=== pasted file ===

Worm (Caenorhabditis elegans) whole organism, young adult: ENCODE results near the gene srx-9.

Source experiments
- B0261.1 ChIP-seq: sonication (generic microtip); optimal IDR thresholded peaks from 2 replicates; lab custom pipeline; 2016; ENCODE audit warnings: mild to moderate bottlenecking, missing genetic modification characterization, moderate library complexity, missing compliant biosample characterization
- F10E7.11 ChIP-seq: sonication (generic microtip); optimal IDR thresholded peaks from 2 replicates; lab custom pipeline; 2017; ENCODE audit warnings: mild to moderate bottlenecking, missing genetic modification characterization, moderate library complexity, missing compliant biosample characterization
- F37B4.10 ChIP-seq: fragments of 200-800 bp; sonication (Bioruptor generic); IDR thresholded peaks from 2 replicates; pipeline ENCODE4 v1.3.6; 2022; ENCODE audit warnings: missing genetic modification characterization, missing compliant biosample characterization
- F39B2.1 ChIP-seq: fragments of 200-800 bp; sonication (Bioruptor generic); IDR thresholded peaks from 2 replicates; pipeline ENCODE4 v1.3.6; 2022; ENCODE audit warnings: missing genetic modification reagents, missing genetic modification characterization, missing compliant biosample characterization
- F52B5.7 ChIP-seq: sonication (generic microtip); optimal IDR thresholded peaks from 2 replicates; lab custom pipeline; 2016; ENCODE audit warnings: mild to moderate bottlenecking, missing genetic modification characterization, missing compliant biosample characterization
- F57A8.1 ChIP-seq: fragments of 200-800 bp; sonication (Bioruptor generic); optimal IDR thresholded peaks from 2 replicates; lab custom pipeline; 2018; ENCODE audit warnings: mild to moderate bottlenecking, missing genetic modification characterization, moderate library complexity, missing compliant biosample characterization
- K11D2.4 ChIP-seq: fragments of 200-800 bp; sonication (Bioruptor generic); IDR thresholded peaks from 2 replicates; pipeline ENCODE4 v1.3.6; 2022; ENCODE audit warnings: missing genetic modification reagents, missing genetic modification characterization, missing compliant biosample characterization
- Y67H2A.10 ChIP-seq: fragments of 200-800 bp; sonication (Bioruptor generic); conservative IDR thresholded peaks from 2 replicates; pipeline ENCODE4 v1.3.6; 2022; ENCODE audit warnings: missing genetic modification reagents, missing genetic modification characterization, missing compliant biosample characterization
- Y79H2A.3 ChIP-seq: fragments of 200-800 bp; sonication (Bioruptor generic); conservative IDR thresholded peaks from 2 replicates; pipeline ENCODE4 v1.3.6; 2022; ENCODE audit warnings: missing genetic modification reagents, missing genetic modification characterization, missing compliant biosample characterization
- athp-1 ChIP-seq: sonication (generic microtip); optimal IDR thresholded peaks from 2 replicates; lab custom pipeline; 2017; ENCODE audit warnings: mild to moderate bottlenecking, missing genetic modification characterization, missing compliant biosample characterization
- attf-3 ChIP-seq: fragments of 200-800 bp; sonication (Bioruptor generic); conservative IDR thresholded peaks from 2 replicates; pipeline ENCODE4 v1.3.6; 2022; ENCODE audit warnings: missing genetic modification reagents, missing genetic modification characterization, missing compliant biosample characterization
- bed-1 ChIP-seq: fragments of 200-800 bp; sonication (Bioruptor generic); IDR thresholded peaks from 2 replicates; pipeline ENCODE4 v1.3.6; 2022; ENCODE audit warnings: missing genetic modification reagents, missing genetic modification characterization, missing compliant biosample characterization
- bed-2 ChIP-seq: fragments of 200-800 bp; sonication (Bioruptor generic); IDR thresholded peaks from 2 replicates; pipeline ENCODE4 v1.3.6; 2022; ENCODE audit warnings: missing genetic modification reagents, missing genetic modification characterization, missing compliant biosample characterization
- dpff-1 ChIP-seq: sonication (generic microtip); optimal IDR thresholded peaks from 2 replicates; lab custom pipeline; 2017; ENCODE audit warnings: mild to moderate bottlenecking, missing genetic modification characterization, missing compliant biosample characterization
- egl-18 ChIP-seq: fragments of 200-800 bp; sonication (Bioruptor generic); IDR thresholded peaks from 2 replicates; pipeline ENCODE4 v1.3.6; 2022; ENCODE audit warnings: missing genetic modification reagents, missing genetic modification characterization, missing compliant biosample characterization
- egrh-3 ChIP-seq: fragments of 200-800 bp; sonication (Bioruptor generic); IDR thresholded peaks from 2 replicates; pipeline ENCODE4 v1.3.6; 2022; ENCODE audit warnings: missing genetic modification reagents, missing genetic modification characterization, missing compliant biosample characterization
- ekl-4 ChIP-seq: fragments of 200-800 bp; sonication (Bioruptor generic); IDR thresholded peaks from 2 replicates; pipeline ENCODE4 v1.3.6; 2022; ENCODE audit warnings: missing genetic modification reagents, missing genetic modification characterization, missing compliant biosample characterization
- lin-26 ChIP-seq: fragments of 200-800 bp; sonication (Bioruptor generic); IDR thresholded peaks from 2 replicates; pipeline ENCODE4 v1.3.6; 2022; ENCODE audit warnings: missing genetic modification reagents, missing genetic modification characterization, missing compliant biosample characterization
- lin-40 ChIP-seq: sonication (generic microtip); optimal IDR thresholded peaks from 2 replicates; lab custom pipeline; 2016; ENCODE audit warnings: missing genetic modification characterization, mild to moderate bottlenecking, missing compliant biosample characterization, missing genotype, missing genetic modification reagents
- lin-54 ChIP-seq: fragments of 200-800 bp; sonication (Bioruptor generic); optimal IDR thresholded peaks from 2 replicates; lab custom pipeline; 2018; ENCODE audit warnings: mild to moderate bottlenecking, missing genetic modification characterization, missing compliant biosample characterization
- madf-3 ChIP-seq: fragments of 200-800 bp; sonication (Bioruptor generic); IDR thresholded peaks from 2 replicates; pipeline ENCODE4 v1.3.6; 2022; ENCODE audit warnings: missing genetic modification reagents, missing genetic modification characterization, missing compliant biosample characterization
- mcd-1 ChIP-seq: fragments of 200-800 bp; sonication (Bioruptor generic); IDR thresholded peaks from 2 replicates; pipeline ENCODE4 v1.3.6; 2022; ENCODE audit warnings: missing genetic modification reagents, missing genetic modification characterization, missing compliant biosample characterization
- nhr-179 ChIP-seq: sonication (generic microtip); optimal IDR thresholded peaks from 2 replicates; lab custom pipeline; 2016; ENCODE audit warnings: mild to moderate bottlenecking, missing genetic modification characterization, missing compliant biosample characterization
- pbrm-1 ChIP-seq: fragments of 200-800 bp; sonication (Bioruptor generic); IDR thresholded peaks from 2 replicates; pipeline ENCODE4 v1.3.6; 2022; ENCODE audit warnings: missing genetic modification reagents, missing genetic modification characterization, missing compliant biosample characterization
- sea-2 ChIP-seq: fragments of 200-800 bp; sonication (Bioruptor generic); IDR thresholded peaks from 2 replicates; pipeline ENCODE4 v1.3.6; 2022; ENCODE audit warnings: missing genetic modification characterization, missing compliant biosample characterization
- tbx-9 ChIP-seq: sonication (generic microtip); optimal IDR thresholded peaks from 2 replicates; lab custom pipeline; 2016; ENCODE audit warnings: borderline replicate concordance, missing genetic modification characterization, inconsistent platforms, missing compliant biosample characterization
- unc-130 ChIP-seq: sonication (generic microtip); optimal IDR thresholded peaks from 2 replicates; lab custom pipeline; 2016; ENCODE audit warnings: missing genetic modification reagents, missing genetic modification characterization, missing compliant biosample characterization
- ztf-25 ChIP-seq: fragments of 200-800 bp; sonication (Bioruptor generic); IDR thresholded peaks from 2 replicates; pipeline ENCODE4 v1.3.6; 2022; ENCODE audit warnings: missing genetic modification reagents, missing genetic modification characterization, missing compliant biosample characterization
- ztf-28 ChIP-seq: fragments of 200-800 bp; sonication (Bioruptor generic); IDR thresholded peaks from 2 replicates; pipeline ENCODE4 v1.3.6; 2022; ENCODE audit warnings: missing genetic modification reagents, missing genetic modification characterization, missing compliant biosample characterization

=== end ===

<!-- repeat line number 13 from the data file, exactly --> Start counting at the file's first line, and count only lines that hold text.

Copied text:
- attf-3 ChIP-seq: fragments of 200-800 bp; sonication (Bioruptor generic); conservative IDR thresholded peaks from 2 replicates; pipeline ENCODE4 v1.3.6; 2022; ENCODE audit warnings: missing genetic modification reagents, missing genetic modification characterization, missing compliant biosample characterization